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The price of –non-intervention

Blaming society for criminal behaviour has become such a cliché that many people simply disregard it when trying to understand why people commit serious crimes. But the letter written by campaigner Sheelagh Cooper on behalf of Noet Barnett gives vast amounts of evidence in this case that society must take at least some of the blame.

And it also helps to show how Bermuda can move away from gang violence and the serious crime that plagues too many of Bermuda’s neighbourhoods. As Ms Cooper noted, Noet Barnett’s problems started virtually at birth when his name was incorrectly spelled on his birth certificate as Noet, when it should have been Noel. As things turned out, that was a virtual omen.

Noel Barnett’s father was murdered. His mother ended up in prison for drugs smuggling. His older sister, who became his main caregiver, was unable to cope when her partner was murdered. There’s more. Unsatisfactory living conditions, evictions, a life on the street. His severe reading disabilities went first undiagnosed and then were ignored. As a result, he was expelled at the age of 14. According to the court case, he has a mental age of around ten.

Having lost friends and relatives to gang violence, he tried to to shoot to death a member of a rival gang, who was also the father of his godchild. It might be fair to ask what chance he had. Even then, it is too much to say that he had nothing to do with his actions. Even with his disabilities, he must take some responsibility. But the fact is that he need not have ended up in Westgate today, looking at a 25-year prison sentence ahead of him. At many points in his young life, an intervention could have diverted Noel Barnett on to a better path.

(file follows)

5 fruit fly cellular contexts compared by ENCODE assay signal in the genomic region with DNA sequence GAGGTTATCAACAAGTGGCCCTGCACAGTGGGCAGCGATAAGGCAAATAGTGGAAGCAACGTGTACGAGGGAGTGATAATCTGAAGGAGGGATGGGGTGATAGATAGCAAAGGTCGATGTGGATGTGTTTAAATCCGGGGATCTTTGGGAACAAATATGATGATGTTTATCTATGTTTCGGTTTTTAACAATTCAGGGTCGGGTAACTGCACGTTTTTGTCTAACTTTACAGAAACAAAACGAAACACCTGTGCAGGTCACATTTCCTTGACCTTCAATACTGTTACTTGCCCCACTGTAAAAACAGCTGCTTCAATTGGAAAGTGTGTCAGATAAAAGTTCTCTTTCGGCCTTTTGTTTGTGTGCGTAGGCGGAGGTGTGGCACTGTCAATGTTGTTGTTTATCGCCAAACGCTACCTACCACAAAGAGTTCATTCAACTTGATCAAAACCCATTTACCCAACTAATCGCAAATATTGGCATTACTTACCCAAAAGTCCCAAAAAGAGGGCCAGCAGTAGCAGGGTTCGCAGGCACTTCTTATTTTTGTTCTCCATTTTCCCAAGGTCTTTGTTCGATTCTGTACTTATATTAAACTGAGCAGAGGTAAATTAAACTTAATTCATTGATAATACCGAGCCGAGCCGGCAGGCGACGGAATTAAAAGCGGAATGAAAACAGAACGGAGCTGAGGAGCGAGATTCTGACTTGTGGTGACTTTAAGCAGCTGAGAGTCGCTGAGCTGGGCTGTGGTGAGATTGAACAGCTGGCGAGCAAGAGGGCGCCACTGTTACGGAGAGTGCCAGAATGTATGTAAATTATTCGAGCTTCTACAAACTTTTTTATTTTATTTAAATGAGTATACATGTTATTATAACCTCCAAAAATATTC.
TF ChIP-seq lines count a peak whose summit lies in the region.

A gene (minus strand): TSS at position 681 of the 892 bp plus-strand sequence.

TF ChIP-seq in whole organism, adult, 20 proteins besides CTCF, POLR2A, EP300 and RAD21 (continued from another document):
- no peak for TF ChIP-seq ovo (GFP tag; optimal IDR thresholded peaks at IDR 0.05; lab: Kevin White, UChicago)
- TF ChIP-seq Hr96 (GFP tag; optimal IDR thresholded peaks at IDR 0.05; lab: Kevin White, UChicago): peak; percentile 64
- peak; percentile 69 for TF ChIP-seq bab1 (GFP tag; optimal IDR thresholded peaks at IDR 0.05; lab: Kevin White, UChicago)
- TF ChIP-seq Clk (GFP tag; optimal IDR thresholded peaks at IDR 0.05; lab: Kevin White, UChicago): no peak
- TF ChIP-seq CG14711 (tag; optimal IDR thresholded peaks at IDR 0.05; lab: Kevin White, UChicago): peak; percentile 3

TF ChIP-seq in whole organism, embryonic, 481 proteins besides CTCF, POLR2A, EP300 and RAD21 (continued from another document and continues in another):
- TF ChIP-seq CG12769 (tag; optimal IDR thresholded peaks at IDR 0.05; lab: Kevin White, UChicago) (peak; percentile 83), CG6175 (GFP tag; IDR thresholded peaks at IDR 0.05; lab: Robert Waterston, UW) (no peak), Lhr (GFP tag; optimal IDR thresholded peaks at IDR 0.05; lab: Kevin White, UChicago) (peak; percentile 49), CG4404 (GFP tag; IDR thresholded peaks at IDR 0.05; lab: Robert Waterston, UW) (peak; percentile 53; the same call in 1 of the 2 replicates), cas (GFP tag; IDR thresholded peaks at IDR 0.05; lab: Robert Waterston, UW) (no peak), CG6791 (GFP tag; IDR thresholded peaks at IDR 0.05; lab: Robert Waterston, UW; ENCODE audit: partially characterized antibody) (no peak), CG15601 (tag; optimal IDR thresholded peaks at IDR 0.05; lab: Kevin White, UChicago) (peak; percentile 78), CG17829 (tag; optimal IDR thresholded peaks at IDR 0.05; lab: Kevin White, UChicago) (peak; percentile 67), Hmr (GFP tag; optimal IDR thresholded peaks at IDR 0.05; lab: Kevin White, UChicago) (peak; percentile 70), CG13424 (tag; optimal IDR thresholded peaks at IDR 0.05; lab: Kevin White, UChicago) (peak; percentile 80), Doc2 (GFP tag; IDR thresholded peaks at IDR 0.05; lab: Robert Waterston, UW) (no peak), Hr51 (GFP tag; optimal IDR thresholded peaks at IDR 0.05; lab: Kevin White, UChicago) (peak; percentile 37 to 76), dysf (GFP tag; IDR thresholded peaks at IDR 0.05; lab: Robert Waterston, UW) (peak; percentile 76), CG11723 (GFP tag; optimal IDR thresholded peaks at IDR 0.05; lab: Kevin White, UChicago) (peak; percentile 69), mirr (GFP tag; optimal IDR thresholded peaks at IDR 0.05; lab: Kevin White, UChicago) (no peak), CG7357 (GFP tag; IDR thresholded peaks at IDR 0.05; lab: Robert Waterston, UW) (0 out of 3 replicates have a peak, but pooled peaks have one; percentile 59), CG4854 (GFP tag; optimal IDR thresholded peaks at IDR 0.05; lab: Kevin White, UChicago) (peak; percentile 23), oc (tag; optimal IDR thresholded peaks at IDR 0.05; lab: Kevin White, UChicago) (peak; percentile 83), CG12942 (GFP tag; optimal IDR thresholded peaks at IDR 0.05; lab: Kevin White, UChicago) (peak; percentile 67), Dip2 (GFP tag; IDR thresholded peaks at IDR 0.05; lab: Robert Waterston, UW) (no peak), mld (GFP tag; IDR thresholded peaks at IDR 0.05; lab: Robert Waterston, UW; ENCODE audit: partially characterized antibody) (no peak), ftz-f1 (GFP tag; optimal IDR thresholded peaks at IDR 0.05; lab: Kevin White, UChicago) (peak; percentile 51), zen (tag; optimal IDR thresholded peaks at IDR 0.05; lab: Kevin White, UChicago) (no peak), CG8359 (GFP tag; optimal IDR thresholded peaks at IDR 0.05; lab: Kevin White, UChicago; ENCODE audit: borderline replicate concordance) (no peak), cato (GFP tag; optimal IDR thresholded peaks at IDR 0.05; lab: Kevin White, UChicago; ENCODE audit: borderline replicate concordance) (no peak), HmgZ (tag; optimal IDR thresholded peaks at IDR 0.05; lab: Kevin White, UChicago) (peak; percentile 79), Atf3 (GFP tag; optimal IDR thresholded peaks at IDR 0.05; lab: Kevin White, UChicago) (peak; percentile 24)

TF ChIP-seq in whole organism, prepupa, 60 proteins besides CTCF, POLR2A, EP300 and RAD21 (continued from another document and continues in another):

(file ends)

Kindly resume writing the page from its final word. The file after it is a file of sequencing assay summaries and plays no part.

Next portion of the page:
There is no way of saying what path, or that he could somehow be perfect. Like all of us, he would have flaws. But he need not have been convicted of attempted murder, and he need not have put himself in prison. It’s not too late for Noel Barnett. He needs to be given the help he needs to become a functioning member of society. And it’s not too late for today’s children, who like Noel Barnett was, are clearly at risk, and who will follow a similar path to his if no one bothers to intervene.

As Mrs Cooper notes, the price of intervention now is much lower than the price of housing yet another prisoner will be in 15 or 20 years time.

Noet Barnett

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Published February 21, 2012 at 1:00 am (Updated February 21, 2012 at 8:36 am)

The price of –non-intervention

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